GAA Museum Hall of Fame - Mikey Sheehy
By Cian O’Connell
Mikey Sheehy supplied so many grace notes during a splendid career with Kerry.
Iconic GAA moments continue to be debated with Sheehy a central character in the 1978 Paddy Cullen chip and 1982 All Ireland final penalty miss.
Those cameos, though, are only part of Sheehy’s story which featured silverware, success, and scores. During a decorated stint with Kerry Sheehy won eight All Ireland medals, 11 Munster titles, three National Leagues, and seven All Stars.
It is a considerable haul, but Sheehy stresses the value and importance of Mick O’Dwyer in the Kerry football story.
“All my success with Kerry, the players of that era, owe it all to that man,” Sheehy remarked in an interview with Radio Kerry’s Terrace Talk broadcast in 1999.
“When I came on the squad, I played in a Munster final in '74, Micko took over the team in March '75. It was only then that I knew what fitness was, he changed the whole scene then.
“I think basically when he took us over he instilled discipline into a team, he commanded unbelievable respect.
“Another thing was the way he was able to motivate us, we were with him from 1975 until 1987 when I was there, and some other lads were there with him until he finished up. You got the same buzz from '75 until '86 or '87.”
Reflecting on his career Sheehy acknowledged that watching another Micko – Mick O’Connell - left a lasting impression during his youth.
“When I was a young fella football was a religion in my house, not alone in my house, but also in my grandfather's house, my mother's father,” Sheehy recalls.
“I remember when we were young we used to be listening to the games on the radio, Micheal O'Hehir. From a very young age it was my ambition to try to play in Croke Park, to play with Kerry. The first time I was in Croke Park was in 1962, the All Ireland semi-final between Kerry and Dublin.
“Kerry won that game, I remember Mick O'Connell gave a fantastic exhibition of Gaelic Football that day. I suppose himself and Mick O'Dwyer were the two Kerry players I looked up to. Mick O'Connell number one, I thought he was an absolute genius, I thought he was probably before his time, in that era of football he played.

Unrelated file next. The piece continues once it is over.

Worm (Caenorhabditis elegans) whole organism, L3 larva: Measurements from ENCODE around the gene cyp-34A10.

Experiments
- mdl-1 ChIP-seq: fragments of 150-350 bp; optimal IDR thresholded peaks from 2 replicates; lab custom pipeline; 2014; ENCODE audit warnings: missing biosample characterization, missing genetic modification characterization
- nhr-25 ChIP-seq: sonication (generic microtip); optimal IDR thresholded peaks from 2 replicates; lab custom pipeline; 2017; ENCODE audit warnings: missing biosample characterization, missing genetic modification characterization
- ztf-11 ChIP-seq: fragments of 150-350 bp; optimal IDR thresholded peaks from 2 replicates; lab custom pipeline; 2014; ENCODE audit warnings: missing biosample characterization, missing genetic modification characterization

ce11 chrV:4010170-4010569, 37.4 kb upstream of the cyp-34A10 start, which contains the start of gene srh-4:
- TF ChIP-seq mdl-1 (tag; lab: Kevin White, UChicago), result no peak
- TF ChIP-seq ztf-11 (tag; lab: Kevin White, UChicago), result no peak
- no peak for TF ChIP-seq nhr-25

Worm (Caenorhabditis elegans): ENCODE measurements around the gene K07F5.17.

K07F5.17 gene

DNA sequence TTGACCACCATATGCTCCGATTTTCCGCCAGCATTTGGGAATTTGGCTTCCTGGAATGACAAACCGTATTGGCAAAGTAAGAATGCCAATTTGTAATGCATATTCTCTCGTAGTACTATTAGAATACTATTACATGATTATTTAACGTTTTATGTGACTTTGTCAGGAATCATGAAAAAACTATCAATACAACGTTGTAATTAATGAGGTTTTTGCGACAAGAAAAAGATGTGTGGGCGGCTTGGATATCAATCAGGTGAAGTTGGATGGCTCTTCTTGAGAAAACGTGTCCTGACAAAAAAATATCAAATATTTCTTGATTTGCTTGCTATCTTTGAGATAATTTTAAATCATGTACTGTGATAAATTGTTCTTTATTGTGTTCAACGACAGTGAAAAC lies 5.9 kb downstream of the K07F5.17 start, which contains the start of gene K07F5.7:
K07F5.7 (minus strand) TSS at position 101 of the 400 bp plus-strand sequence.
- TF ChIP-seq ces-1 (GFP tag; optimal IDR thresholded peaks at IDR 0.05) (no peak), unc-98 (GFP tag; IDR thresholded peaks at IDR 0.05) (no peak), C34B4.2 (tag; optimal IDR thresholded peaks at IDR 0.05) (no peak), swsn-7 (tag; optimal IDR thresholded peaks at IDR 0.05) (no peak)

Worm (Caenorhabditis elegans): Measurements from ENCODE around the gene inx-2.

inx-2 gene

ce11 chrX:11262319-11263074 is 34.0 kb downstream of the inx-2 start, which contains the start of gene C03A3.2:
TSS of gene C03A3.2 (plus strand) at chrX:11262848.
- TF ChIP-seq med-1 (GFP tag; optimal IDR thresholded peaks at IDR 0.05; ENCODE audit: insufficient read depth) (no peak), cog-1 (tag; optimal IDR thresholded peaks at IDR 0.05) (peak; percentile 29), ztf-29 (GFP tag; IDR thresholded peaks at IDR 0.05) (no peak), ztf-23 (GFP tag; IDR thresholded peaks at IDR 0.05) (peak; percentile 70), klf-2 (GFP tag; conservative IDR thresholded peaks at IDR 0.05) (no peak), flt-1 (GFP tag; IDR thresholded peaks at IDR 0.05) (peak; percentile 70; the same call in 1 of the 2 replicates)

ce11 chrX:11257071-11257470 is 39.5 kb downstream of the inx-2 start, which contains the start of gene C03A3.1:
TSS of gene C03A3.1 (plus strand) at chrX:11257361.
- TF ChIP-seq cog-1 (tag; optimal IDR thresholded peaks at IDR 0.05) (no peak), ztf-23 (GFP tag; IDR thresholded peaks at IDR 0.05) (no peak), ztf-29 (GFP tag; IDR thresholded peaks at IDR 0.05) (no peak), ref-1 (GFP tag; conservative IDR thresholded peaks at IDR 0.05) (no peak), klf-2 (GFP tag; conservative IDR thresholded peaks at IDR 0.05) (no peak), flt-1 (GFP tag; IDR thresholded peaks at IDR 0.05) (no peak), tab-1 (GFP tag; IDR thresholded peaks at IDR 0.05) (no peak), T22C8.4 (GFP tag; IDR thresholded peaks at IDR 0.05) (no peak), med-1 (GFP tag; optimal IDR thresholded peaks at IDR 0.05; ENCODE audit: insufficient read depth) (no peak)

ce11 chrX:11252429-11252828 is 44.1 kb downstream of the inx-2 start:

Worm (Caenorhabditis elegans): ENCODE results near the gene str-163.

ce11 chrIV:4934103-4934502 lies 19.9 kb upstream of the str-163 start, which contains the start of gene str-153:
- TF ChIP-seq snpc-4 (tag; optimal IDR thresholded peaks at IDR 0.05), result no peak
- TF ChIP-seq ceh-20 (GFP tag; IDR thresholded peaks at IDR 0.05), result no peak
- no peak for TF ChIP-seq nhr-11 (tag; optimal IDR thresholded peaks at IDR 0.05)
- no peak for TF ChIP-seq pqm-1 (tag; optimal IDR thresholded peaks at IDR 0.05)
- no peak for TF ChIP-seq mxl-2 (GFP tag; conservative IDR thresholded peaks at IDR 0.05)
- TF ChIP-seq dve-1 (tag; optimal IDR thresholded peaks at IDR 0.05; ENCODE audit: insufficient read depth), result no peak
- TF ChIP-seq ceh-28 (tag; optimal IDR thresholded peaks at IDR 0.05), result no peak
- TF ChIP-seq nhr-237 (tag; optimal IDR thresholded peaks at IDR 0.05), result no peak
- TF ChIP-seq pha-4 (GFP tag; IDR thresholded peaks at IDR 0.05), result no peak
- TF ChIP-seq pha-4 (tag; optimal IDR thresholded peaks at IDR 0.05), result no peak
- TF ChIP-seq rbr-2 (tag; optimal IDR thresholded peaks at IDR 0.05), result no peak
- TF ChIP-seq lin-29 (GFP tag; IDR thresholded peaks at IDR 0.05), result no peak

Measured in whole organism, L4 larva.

“I think the way he carried himself, he was always like a thoroughbred. He always had the collar up, he was a beautiful two footed kicker. Another thing about him, he always played football.
“Guys often tried to rough him out of it, I believe he was well able to handle himself on the qt, but he never had to resort to those tactics. He was a pure artist, left and right.”
Valuable lessons were learned monitoring O’Connell with Sheehy adamant about the requirement to carry out improvements on his own game.
“It was always my ambition, to get on the Kerry team,” Sheehy admitted. “I've often spoken about coaching, about coaches can coach guys to a certain extent.
“I think the one thing you have to do is if coaches tell you to do A, B, C or D, you will actually learn a lot more yourself going out kicking a ball against the wall, working on your weaker foot. That is one thing I picked up watching Micko, in particular. His left leg was as natural as his right leg.”
Such devotion to skill and development was a constant in Sheehy’s career. The ’78 encounter against Dublin frequently tops the agenda when Sheehy has to discuss football.
“There is no doubt about it, at the particular time, poor Paddy Cullen, there was no question of a foul,” Sheehy remarks.
“It was due to a previous incident with himself and Ger, because the Kerry crowd were jeering when Paddy got the ball. He just passed it out to Robbie Kelleher, he was perfectly entitled to stop and argue.
“There was a gap, I don't know to this day, was it the man above that directed me to do it and it went in. It was just one of those things. I knew if I missed it Dwyer would probably have killed me, he would have said there was a point for the taking.”
That win put Kerry back on the summit of the Gaelic Football world again. In 1982 Kerry were seeking to land an historic five in a row, but a doughty Offaly outfit had other ideas.
Sheehy had a penalty saved by Martin Furlong in the closing stages. “I felt when I missed the goal I could sense something happening,” Sheehy recalls.
“I think we were three or four points up at the time, had I got the goal, it definitely would have killed the game. I remember Matt Connor got two points from two frees to bring it back down to two points.
“I just had this feeling that these fellas could sneak a goal. You just hoped that the ground would open up and swallow you. It was very hard to take that defeat.
“It affected all of those lads. You get over those things, one thing I would say is it probably cost us five in a row and that team deserved to make history.
"I don't think we would have won the three in a row after had we won the five in a row.”